Monday, 6 February 2012
Two items on Radio Scotland caught Calton's attention today - one was the program Poles Apart on Polish immigrants in Inverness and the other was a report on youth unemployment in Newsdrive. Some think that the two issues are connected. The simplistic argument is that lots of Eastern Europeans have flooded into Scotland, taking all the jobs, and so our young people can't find work, hence the rise in youth unemployment. Calton thinks the issue is a lot more complex, one of the problems being that some of our young people are, quite frankly, unemployable. They aren't interested in menial work, they have no self-discipline, they have no qualifications and, as long as the state pays them dole money and their parents provide free board & lodging, they have no incentive to get a job. Maybe it's time to get tough on our able-bodied, unemployed youth because, if Poles can come over here and get jobs, so can they.
Sunday, 5 February 2012
Over 100 Tory MPs are revolting over subsidies for windfarms. They also want to make it easier for local people to object to them. Calton is not sure if their proposals also apply to Scotland but, if not, here's hoping for a similar revolt at Holyrood before the Highlands disappears under a mass of giant white turbines. At a time when consumers are faced with increasing energy bills and decreasing income in real terms, we cannot afford to be subsidising a form of energy generation which is ineffective and unreliable. There are grave doubts about whether it is even environmentally friendly, due to the need to increase traditional generating methods to cope with the troughs in wind generation. It's time for a rethink of our energy strategy.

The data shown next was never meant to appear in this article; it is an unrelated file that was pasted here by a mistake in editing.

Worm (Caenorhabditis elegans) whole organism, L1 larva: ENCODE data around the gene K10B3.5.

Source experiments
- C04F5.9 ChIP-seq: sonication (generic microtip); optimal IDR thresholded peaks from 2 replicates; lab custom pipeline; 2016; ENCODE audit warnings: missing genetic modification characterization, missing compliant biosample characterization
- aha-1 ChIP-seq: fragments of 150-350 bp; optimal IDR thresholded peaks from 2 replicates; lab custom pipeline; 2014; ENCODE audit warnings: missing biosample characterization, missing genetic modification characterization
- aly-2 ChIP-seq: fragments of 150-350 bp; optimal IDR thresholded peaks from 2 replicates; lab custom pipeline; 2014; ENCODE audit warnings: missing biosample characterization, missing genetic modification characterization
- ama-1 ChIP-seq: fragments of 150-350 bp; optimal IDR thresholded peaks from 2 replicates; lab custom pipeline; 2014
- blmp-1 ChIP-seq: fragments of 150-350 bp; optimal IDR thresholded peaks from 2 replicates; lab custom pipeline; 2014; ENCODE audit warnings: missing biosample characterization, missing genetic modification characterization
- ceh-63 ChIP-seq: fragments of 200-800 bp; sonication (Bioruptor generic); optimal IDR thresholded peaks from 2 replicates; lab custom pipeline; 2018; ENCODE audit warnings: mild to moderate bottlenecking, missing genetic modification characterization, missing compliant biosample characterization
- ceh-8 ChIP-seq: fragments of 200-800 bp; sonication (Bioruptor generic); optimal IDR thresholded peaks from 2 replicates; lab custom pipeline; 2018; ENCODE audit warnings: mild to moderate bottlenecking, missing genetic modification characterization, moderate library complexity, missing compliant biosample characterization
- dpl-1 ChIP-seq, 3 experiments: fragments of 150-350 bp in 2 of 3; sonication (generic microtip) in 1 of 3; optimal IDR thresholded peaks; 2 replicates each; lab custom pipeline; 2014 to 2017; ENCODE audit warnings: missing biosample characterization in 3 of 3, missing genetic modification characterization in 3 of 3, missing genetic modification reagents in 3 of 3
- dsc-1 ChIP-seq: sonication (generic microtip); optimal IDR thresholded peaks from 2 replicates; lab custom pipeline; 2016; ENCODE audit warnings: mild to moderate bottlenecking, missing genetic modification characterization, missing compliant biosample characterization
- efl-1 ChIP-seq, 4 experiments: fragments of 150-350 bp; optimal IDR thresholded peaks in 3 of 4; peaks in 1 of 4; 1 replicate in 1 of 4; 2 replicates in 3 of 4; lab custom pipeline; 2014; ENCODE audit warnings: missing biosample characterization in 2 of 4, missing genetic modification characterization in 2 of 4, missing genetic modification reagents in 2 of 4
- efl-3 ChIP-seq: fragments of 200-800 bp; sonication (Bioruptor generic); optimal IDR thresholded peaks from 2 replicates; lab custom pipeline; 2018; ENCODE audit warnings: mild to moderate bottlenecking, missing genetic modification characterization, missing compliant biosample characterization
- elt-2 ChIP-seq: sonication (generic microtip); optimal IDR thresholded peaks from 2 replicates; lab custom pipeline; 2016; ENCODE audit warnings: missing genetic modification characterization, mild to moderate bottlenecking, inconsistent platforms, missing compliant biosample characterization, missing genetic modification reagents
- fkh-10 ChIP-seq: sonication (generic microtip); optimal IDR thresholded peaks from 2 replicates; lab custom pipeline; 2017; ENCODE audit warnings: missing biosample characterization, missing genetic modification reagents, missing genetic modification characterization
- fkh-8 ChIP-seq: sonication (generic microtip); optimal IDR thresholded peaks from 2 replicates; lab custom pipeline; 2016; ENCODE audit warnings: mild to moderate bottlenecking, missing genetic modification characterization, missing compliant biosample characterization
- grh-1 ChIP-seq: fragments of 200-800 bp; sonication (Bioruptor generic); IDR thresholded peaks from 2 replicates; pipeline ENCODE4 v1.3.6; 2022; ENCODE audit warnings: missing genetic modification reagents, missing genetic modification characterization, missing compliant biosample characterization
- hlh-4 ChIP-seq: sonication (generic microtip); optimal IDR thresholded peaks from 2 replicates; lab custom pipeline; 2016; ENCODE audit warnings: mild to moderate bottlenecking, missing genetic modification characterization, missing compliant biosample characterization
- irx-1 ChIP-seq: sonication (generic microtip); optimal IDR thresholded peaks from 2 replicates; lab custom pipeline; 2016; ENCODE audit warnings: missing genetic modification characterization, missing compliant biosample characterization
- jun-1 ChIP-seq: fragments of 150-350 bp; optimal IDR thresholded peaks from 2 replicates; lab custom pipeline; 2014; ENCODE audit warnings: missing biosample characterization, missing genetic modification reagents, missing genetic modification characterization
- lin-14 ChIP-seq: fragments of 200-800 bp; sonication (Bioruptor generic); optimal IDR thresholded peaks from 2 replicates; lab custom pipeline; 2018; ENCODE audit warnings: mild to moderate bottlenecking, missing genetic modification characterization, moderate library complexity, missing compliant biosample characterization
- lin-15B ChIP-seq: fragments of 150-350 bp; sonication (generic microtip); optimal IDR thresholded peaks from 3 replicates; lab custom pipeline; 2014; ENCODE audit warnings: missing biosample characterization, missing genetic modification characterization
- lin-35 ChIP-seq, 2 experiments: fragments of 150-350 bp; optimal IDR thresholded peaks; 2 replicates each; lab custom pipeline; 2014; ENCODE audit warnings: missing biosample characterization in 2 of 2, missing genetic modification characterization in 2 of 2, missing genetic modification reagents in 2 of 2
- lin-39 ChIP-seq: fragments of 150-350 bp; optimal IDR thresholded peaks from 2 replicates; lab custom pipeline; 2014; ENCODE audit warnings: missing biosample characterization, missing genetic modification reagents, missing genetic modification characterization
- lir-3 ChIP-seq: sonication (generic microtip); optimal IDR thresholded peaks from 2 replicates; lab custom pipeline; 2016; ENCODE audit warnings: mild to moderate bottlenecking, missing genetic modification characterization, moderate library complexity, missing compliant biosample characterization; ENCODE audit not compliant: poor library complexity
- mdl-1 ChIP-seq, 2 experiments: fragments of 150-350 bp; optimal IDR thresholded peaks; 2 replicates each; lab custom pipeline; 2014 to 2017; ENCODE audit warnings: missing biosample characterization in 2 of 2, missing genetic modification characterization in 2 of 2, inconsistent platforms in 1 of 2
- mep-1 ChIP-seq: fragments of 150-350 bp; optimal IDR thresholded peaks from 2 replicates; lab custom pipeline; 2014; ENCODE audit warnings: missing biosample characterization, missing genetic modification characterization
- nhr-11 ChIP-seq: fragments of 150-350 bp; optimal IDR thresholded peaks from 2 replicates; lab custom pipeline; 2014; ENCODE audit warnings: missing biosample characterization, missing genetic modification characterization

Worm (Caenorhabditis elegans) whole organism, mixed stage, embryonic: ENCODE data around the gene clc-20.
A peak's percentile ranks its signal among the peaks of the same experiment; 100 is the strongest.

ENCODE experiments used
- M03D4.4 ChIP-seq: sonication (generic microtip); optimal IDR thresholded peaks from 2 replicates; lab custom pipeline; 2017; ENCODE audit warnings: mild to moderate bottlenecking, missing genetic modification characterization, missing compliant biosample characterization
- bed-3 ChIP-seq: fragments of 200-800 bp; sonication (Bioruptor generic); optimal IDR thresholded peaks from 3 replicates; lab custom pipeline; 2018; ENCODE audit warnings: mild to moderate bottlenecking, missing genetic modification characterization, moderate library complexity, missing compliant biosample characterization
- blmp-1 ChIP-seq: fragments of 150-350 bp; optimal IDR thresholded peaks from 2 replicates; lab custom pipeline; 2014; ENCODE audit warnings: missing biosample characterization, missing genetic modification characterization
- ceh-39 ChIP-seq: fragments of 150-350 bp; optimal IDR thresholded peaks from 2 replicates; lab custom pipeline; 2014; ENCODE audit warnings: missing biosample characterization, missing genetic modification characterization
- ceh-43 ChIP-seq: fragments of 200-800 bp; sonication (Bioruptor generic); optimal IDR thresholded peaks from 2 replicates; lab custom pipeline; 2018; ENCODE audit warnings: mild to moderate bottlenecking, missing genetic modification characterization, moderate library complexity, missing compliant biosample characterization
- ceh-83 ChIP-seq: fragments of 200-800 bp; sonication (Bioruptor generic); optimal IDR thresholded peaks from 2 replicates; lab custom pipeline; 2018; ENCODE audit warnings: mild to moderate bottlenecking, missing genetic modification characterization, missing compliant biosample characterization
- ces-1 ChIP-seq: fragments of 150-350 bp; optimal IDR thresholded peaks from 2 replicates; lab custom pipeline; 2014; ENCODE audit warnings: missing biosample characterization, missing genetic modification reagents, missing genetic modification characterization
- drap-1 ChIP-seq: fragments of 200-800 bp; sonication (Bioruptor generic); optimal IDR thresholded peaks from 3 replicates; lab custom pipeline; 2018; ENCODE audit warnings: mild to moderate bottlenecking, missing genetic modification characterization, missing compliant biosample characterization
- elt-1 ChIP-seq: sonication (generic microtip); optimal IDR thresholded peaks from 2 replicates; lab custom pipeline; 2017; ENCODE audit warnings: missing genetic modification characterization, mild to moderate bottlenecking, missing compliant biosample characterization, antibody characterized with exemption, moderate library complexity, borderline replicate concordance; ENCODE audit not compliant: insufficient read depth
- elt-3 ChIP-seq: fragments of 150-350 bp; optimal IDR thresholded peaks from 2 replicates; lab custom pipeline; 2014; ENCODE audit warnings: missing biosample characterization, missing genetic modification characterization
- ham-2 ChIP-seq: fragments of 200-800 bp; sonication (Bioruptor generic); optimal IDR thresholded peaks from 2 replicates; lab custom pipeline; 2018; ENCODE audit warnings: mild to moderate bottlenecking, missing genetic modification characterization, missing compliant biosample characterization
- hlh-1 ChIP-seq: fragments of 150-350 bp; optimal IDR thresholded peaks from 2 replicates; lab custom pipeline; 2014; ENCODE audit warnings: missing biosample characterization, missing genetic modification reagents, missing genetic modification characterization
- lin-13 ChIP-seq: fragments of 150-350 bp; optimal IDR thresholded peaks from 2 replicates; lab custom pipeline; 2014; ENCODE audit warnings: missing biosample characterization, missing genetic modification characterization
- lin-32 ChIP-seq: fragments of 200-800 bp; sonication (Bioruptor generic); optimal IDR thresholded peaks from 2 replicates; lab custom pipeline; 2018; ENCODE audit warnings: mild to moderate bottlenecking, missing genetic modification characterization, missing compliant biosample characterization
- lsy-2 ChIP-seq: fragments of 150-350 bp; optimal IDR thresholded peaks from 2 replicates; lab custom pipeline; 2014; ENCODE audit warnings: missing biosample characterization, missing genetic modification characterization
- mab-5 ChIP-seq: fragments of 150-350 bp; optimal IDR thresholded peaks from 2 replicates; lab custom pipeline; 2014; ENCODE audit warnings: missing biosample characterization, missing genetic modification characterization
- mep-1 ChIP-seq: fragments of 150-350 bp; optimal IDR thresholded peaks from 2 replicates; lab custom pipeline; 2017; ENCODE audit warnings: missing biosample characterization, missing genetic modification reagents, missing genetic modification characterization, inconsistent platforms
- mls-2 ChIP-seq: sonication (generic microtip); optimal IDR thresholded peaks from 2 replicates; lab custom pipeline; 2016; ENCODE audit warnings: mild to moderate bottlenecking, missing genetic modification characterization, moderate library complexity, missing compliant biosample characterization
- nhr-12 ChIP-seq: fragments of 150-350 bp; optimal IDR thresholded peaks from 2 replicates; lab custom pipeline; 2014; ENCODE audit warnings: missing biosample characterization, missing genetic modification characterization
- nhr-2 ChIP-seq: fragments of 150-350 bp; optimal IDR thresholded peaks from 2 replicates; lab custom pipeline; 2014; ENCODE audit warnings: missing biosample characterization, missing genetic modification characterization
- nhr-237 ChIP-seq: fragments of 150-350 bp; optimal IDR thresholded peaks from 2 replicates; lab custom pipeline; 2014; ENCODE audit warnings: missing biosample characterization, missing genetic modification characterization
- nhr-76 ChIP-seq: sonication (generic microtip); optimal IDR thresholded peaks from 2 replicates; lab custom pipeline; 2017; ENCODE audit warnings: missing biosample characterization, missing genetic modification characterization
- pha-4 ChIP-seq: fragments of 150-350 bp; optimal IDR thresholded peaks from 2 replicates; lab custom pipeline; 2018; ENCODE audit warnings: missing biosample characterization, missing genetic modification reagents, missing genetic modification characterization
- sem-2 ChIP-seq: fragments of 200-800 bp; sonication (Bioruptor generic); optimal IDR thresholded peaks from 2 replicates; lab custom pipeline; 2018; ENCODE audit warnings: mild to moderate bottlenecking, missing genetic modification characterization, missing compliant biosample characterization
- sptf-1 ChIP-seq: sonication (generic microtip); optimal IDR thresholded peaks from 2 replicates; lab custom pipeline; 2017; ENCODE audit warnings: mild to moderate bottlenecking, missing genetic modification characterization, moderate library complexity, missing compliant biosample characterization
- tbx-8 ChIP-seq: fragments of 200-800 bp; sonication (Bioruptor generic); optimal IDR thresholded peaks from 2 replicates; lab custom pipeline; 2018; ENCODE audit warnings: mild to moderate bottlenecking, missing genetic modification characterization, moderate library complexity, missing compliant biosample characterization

Friday, 3 February 2012
An academic has today claimed that the SNP are cherry-picking the statistics which they use to bolster their case for independence. (An example being John Swinney in his recent David Hume lecture citing figures from before the financial crash to claim that an independent Scotland's debt would be substantially lower than that of the UK now, as if the crash hadn't happened.) Calton is not surprised. Disappointed, yes, but not surprised. Of course the SNP deny the claim. Well they would, wouldn't they! Lies, damned lies and statistics. We are going to see a lot more of all three before Autumn 2014.
Thursday, 2 February 2012
After the childish behaviour displayed by our elected representatives during First Minister's Questions today, Calton thinks we might be better scrapping Holyrood and putting the lot of them on the dole. The thought of that rabble running an independent Scotland is certainly not an attractive one. Yet again, Alex Salmond did not give proper answers to any questions relating to the actual issues raised by independence, such as defence and monetary union, and yet again, Ruth Davidson and Johann Lamont failed to pin him down. The Labour leader was the one who came closest when she said that the First Minister wanted 'independence at any cost'. Quite. Why let the facts get in the way of your ambitions? It took Ms Lamont a while to get to her punchline about Alex Salmond being the 'Fred Goodwin of Scottish politics' but the comparison is apt. Hopefully it will not also be prophetic, for Scotland's sake.
Wednesday, 1 February 2012
Regular readers of this blog will know that Calton is not a fan of the EU. It was therefore with no little concern that he discovered that the EU Commission is busily handing out free teaching resources to our teachers with the stated aim of reaching children before they “form prejudices and are misinformed by other sources”. That would be "other sources" like this blog then. The EU Commission claim that the publications "offer a balanced introduction to the European Union" - readers can make up their own minds after watching the clips on this page. UKIP have taken the matter up with Nigel Gove, Minister for Education in Westminster. Calton would do likewise with Michael Russell, Cabinet Secretary for Education in Holyrood, were it not for a sneaking suspicion that schoolchildren are not the only ones who have been brainwashed by the EU.